Will a DMP stop bailiffs?
In this article, we'll look at:
- Can creditors refuse a Debt Management Plan?
- Is a DMP legally binding debt solution?
- What are bailiffs?
- Can a DMP stop bailiffs?
- When DMPs may not stop bailiffs
- The Impact of Debt on Family Members
- How to deal with bailiffs
- Can I stop bailiffs with a County Court Judgement?
- DFH Financial Solutions – Debt Management Plan Providers
A Debt Management Plan is an informal debt solution that can potentially stop bailiffs if agreed upon before debt escalates to enforcement. However, the effectiveness of a DMP in stopping bailiffs largely depends on the stage of debt recovery your creditor is at and your creditor’s willingness to negotiate with your DMP provider.
A Debt Management Plan (DMP) may be the right debt solution for you if you’re struggling to keep up with repayments on multiple non-priority debts. If approved, you will make one monthly payment to your DMP provider, from which funds will then be distributed between creditors. Lower repayments are usually negotiated with creditors to make repayments more affordable and alleviate financial difficulty.
Can creditors refuse a Debt Management Plan?
Creditors are not obligated to accept a repayment offer from a DMP. They can choose to chase you for the debt in other ways, including potential court action.
However, if you can prove that you are doing your best to repay the debt without causing yourself financial hardship, and you are treating all creditors fairly, there is a greater chance of creditors accepting the DMP.
Is a DMP legally binding debt solution?
A Debt Management Plan is not a legally binding debt solution. It is a type of informal debt solution. The implications of this are that you or any of the creditors can withdraw from the agreement at any time whether you are making the agreed monthly payments or not.
What are bailiffs?
A bailiff, also known as an enforcement agent, works on behalf of creditors to collect debts. Unlike debt collectors, bailiffs have additional legal powers that allow them in some circumstances to force entry into your home and seize goods using a ‘Warrant of Control’.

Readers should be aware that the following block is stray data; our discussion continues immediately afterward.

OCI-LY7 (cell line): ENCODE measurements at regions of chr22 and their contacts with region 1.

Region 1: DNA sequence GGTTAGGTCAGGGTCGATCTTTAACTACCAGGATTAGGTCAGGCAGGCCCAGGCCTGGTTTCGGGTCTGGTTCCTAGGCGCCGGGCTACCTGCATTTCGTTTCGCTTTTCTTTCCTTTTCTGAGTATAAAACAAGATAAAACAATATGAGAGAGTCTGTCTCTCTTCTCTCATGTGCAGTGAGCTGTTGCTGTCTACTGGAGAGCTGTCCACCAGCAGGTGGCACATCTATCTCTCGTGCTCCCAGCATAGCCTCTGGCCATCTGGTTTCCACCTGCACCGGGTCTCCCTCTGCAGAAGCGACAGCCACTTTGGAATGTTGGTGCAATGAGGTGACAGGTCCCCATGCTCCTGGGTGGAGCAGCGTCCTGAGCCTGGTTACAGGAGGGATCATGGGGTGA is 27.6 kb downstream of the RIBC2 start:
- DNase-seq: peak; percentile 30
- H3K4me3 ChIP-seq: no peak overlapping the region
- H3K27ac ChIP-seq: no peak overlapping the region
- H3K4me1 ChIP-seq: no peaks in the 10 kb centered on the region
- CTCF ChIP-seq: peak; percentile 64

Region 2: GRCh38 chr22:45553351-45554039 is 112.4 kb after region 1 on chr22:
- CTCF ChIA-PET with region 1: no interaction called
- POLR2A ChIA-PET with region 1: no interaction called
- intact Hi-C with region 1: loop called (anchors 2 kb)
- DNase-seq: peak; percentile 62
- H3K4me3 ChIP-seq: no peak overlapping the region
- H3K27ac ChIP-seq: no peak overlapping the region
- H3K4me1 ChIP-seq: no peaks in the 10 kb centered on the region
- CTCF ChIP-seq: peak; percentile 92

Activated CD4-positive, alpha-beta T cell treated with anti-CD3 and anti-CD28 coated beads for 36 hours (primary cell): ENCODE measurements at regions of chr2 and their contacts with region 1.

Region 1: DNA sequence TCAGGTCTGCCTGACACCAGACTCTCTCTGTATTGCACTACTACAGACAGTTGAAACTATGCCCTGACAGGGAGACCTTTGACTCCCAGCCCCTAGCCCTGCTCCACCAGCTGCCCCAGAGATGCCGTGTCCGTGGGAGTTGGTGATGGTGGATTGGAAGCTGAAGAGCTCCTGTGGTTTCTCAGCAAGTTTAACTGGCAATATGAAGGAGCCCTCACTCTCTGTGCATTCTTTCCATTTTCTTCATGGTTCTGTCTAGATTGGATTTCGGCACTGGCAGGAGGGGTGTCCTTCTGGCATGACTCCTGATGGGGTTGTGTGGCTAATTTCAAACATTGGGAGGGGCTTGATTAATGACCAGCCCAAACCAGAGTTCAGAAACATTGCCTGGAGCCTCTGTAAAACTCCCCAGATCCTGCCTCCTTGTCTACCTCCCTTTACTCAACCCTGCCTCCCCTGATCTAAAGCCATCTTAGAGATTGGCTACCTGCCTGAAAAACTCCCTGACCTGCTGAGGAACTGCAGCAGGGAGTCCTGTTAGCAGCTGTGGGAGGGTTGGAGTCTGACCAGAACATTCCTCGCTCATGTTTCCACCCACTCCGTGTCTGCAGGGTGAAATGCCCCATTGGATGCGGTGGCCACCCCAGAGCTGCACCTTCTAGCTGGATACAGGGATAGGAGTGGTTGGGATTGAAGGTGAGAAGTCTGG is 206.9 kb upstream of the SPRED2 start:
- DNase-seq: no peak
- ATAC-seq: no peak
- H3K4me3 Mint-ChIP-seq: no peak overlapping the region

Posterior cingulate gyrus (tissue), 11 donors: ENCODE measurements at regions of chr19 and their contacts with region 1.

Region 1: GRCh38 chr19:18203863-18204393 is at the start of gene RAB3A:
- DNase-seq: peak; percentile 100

However, they must operate within certain legal boundaries. For instance, they cannot take possessions that belong to someone else, only those of the person who owes the debt. They also cannot take goods that you need for your job, your studies, or your basic domestic needs.
Bailiffs must always state which court, company, or private firm they are collecting debt on behalf of and must not use aggressive tactics to collect outstanding debts.
Can a DMP stop bailiffs?
A Debt Management Plan has the potential to stop a creditor from chasing you for the money owed using bailiffs. If you do not repay your debt, the creditor could seek a County Court Judgement (CCJ) instructing you to pay. If you ignore the CCJ or cannot pay, the creditor could then ask to enforce the debt using bailiffs. Agreeing on a DMP before the debt escalates to this stage could prevent the creditor from needing to use bailiffs.
When DMPs may not stop bailiffs
If the creditor has already started enforcing the debt with bailiffs, then the opportunity to agree on a DMP may have passed. Instead, you should try to organise a payment plan directly with the bailiff company using their contact details on the letter they should have sent you before their first visit.
The Impact of Debt on Family Members
Debt can be a stressful situation not only for the person who owes the money but also for their family members. This stress can increase when bailiffs are involved.
However, bailiffs cannot take possessions that belong to someone else. If you receive a notice of enforcement for a debt that isn’t yours, it’s advisable to contact the bailiffs and provide evidence that the debt isn’t yours. If a bailiff shows up at your doorstep, verify their identity and explain that the debt belongs to someone else, not you.
How to deal with bailiffs
- If you haven’t managed to agree on a payment plan with the bailiffs, you should prepare for their visit. It is best to try and agree to a payment plan with the bailiff company at this stage.
- If you manage to agree on a DMP or another agreed monthly payment plan, the bailiffs are less likely to visit your home.
- If you are visited by a bailiff regarding your debts, you can pass on the details of DFH and advise them to speak to your debt advice providers.
- If you’re threatened with enforcement action or concerned about debt with a County Court Judgement (CCJ) against it, contact our experienced DFH team for priority debt advice.
Can I stop bailiffs with a County Court Judgement?
If a bailiff is enforcing a debt that has been escalated to the County Court, we can apply on your behalf to halt the bailiff’s actions.
We can guide you through the process of filling out an N245 form, which is an application to suspend a warrant. Typically, there is a £14 fee associated with this document.
For other types of debts, such as council tax arrears, it is advisable to negotiate a payment agreement as the preferred course of action.
DFH Financial Solutions – Debt Management Plan Providers
A Debt Management Plan can potentially stop bailiffs if it is agreed upon before the debt recovery process escalates to enforcement. However, if bailiffs are already involved, it is crucial to negotiate a payment plan directly with the bailiff company to avoid additional fees and enforcement.
Find out if you qualify for a debt management plan and start your journey to financial freedom.Get Debt Help